Cross Country takes on Ojai Invitational

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Cross Country takes on Ojai Invitational

The beginning of a crowded girls' 1.9 mile race. Credit: Dylan Mullaney / The Foothill Dragon Press

The beginning of a crowded girls' 1.9 mile race. Credit: Dylan Mullaney / The Foothill Dragon Press

The beginning of a crowded girls' 1.9 mile race. Credit: Dylan Mullaney / The Foothill Dragon Press

The beginning of a crowded girls' 1.9 mile race. Credit: Dylan Mullaney / The Foothill Dragon Press

Dylan Mullaney

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On Sept. 15, the Foothill Technology cross country team competed at a very familiar course: Lake Casitas.

Lauren Kearney ‘19 commented that in her four years as a Dragon cross country runner, she has competed on this course “more than I can count on my two hands”.

Josh Villasenor '21 pushing ahead of his competitors. Credit: Dylan Mullaney / The Foothill Dragon Press

Josh Villasenor ’21 pushing ahead of his competitors. Credit: Dylan Mullaney / The Foothill Dragon Press

The Ojai Invitational drew in 33 other high schools, including St. Bonaventure and Nordhoff . Although the conditions were hot and dry, the Dragons overcame this to have a successful day. The four races consisted of the boys and girls long course (three miles) and the boys and girls short course (1.9 miles).

Lake Casitas is a very well-rounded course, according to assistant coach Jason Dinkler.

He said that it is a “great cross country course because there’s all kinds of stuff, some terrain changes and hills.”

This multi-terrain course consists of “over 62 percent dirt trails,” which pushes runners to adapt to different landscapes.

Not only is Lake Casitas an ideal course for this reason, but it is also a location that the Dragons will come back to many times this season, including Tri-Valley League Finals on Nov. 1.  

Dinkler said that because the team frequently races here, it is “one of those places where you have to learn to run well”.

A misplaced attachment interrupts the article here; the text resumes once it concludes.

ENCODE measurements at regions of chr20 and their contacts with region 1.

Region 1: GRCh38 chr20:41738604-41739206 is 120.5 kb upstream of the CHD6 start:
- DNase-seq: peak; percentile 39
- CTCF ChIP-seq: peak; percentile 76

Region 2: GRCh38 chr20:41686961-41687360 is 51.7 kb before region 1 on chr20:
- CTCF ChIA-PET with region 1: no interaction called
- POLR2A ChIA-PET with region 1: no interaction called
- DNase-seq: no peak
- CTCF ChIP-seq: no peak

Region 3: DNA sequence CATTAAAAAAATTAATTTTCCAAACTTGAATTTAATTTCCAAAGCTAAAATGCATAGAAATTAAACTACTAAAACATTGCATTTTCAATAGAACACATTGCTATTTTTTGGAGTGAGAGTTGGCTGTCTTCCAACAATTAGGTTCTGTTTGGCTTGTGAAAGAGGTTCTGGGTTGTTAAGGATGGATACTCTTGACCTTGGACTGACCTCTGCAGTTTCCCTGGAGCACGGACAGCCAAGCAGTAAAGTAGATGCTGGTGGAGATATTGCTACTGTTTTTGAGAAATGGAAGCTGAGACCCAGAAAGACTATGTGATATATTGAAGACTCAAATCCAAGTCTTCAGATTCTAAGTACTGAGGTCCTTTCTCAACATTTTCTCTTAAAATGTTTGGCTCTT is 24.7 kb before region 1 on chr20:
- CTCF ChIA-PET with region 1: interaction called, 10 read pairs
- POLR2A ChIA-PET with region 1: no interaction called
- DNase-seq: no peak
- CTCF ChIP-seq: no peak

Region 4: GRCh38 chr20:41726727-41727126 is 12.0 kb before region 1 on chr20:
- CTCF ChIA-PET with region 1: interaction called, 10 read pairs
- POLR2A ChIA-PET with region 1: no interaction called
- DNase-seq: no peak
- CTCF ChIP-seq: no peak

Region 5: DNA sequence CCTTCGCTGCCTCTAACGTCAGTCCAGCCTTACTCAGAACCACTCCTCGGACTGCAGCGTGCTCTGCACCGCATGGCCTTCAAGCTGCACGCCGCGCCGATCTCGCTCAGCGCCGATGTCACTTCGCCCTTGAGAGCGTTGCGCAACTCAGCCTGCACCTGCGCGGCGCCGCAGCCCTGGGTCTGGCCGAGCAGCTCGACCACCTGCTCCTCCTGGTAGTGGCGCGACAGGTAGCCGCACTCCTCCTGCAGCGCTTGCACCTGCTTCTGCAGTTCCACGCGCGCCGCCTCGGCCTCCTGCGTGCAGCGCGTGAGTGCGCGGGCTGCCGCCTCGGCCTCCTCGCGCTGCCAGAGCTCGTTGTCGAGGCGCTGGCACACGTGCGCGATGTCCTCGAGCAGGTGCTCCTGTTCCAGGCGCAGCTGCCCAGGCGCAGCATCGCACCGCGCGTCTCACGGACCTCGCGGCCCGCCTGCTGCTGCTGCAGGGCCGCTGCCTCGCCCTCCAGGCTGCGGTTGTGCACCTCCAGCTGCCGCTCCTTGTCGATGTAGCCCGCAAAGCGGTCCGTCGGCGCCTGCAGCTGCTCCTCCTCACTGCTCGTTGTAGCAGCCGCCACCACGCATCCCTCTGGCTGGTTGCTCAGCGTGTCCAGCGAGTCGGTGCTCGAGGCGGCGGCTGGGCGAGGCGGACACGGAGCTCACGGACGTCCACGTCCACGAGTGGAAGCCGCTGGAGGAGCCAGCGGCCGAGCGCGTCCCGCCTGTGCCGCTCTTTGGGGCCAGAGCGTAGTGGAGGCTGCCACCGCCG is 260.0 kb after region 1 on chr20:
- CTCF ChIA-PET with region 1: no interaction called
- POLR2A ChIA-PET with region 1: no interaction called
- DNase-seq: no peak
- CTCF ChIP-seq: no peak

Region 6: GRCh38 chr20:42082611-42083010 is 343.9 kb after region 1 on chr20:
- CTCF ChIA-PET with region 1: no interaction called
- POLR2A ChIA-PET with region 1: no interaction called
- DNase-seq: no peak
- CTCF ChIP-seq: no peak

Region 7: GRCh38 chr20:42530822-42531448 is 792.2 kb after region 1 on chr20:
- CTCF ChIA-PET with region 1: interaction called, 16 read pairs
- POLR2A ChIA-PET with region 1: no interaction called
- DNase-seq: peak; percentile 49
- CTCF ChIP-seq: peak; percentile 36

In the first three-mile race, the Dragons were a surprisingly small bunch, with less than half of the long course girls competing. Kennedy Gomez ‘19 led the Dragons with a time of 19:46.7 (seventh place), followed only a fraction of a second later by Hannah Dearman-So ‘21 (eighth place) and Kearney (24th place).

With only eight girls running the long course, Kearney felt the absence of their usual large running pack.

Dinkler said that “in the last two week, 30 percent of the team has gotten colds,” which greatly affects not only training workouts but the team’s racing as well.

 

 

Lauren Kearney '19 during the three-mile race. Credit: Cameron Crouch (used with permission)

Lauren Kearney ’19 during the three-mile race. Credit: Cameron Crouch (used with permission)

The long course girls earned an overall finish of eighth place out of 26 teams.

The boys’ three mile was the largest race of the day. 390 runners competed in this race, which was over 150 more than any other race.

After a chaotic and crowded start due to the massive numbers, Finn Blacker ‘21 pulled ahead of the rest of the Dragons. He maintained his lead to finish 31st overall at 17:17.2, followed by Joshua Villasenor ‘22 (43rd place), Daniel Montes ‘19 (67th place) and Zen Li ‘21 (72nd place). The Dragons finished eighth overall out of 31 teams.

Next to take the start line was the girls’ 1.9 mile, or “short race.”

Isabella Edgmond ‘22 placed the highest of any Dragon (of the day) in sixth place overall at 13:45.5, followed by Angelina Gray-Reyes ‘22 (tenth place), Kadyn Terry ‘21 (20th place) and Drew Anderson ‘21 (23rd place). Altogether, the Dragons placed third out of 12 teams.

Dinkler’s main focus was not on placing the best or running the fastest, but on making sure that the younger and less experienced runners “got a good education” from this diverse course. 

 

 

Concluding the day was the boys’ short course, led by Owen Teehee ‘22 at 12:17.4 (37th place). Ethan Nicole ‘22 (48th place) and Ephraim Raymond ‘22 (58th place) finished shortly behind. With only five boys racing, the team managed to pull through for a strong finish at 11th out of 16 teams.

Kearney emphasized that the Dragons’ biggest strength is “team unity”, as the positive energy conveyed through the group “bounces off each other and we keep each other accountable.”

Being that it is still early in the season, there is still plenty of room for growth.

Dinkler is hoping to emphasize more hill training, as well as “learning how to finish a little better” in attempts to become more fit over time.

“The little things we do well already are going to translate to a better race by October,” Dinkler said.

The Dragons are looking forward to having a full and healthy team once more. A unified group should promote success and more PRs at their next meet, the Raider Invitational, at College Park in Oxnard on Sept. 21.

To view the full results from the Ojai Invitational, click here.

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